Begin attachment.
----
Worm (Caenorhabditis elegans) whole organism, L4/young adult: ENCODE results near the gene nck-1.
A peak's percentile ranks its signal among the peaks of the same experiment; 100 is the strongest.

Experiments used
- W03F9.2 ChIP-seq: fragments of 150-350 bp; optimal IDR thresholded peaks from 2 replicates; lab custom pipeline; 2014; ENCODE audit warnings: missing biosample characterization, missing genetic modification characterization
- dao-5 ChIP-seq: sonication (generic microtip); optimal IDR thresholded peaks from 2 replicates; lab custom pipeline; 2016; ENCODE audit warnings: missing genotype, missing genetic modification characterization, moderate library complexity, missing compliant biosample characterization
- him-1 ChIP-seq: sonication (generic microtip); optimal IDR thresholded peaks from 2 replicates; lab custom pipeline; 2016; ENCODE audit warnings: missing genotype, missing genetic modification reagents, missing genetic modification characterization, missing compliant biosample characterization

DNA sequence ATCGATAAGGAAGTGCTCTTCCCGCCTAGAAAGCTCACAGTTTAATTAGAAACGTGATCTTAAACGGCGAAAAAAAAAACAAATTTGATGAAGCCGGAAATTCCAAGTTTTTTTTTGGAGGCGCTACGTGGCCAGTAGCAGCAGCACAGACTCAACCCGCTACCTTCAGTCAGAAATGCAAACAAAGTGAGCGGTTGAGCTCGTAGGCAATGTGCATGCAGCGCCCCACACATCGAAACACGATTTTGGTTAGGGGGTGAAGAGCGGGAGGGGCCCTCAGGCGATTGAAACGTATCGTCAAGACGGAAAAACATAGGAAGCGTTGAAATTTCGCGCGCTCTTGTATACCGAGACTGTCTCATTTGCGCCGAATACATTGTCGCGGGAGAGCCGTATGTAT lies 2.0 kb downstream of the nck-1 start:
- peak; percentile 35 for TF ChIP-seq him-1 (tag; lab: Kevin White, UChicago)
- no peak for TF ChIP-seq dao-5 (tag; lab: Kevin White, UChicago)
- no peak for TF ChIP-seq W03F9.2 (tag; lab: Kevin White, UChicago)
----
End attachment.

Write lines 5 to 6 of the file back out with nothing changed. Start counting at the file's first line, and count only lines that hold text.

- dao-5 ChIP-seq: sonication (generic microtip); optimal IDR thresholded peaks from 2 replicates; lab custom pipeline; 2016; ENCODE audit warnings: missing genotype, missing genetic modification characterization, moderate library complexity, missing compliant biosample characterization
- him-1 ChIP-seq: sonication (generic microtip); optimal IDR thresholded peaks from 2 replicates; lab custom pipeline; 2016; ENCODE audit warnings: missing genotype, missing genetic modification reagents, missing genetic modification characterization, missing compliant biosample characterization